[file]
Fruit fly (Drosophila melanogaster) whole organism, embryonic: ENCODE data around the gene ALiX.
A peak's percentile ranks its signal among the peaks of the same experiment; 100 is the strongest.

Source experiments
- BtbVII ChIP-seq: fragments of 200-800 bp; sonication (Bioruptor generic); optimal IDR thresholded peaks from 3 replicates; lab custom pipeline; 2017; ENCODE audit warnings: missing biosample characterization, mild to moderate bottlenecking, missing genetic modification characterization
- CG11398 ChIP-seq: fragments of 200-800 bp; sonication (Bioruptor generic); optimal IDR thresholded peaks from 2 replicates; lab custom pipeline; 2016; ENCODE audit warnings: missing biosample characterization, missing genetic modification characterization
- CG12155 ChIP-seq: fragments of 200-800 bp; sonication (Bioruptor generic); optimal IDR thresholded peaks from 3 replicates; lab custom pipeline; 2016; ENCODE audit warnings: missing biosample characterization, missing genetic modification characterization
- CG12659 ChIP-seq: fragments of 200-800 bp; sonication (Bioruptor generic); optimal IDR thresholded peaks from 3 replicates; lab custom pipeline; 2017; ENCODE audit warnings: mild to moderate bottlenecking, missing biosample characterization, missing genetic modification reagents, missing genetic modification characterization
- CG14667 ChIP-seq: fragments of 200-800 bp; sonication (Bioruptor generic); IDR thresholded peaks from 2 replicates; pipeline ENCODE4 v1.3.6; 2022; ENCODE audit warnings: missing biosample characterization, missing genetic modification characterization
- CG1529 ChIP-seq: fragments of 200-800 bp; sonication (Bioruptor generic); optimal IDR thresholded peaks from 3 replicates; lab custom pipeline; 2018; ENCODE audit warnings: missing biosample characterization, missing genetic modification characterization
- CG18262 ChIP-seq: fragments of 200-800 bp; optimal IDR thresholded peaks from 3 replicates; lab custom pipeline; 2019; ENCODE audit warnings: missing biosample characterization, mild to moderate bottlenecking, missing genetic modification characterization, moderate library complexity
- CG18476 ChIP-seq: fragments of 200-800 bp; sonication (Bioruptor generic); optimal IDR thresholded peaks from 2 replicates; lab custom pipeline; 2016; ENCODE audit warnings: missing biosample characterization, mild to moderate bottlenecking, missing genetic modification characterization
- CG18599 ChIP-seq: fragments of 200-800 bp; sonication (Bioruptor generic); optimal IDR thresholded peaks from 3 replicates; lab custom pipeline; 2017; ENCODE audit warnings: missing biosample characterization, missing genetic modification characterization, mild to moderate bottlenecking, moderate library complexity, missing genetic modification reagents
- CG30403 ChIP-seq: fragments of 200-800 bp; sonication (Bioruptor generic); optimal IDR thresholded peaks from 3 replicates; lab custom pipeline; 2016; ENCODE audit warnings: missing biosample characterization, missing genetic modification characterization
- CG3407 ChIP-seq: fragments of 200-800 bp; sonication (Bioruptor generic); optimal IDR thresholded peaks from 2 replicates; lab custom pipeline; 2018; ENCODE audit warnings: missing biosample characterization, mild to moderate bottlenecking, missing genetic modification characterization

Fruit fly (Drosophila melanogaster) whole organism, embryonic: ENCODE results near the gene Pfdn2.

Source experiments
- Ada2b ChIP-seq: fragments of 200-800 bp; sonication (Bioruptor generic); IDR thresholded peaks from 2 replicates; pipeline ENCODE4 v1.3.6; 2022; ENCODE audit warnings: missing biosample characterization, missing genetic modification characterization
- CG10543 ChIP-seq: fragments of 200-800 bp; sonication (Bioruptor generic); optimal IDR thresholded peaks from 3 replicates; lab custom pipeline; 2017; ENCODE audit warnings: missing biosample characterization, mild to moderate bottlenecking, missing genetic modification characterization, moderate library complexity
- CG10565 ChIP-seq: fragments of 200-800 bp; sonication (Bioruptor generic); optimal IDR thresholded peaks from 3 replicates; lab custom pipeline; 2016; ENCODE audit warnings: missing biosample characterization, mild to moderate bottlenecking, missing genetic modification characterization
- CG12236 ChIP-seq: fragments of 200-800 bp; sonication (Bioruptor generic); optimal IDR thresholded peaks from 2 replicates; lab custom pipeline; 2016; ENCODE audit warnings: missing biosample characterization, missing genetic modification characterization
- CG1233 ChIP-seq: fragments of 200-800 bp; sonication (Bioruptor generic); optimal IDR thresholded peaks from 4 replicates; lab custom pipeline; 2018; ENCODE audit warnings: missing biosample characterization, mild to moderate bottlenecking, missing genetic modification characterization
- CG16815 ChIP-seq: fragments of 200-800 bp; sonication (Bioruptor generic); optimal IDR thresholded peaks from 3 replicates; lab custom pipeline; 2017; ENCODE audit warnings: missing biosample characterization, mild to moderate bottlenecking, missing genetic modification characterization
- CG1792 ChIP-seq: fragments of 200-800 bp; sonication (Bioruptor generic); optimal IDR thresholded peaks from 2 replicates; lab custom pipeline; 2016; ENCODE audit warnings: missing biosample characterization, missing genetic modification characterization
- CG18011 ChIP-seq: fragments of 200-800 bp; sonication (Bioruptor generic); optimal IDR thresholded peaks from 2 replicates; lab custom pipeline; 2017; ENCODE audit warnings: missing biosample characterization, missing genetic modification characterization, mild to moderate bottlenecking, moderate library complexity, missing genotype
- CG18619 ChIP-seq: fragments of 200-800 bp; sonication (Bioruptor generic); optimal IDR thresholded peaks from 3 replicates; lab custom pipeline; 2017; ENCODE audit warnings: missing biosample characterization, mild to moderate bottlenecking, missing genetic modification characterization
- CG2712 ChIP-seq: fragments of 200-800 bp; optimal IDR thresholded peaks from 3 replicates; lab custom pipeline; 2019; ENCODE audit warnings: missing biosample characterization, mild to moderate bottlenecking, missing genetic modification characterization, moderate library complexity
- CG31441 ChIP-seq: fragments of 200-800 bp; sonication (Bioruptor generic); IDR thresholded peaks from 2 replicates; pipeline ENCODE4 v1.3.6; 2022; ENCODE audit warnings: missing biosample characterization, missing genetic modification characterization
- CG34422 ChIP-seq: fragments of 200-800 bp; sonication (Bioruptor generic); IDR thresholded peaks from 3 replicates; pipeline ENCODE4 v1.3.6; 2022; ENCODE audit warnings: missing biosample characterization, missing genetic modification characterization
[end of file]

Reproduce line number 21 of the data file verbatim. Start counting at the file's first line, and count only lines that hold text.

- CG1233 ChIP-seq: fragments of 200-800 bp; sonication (Bioruptor generic); optimal IDR thresholded peaks from 4 replicates; lab custom pipeline; 2018; ENCODE audit warnings: missing biosample characterization, mild to moderate bottlenecking, missing genetic modification characterization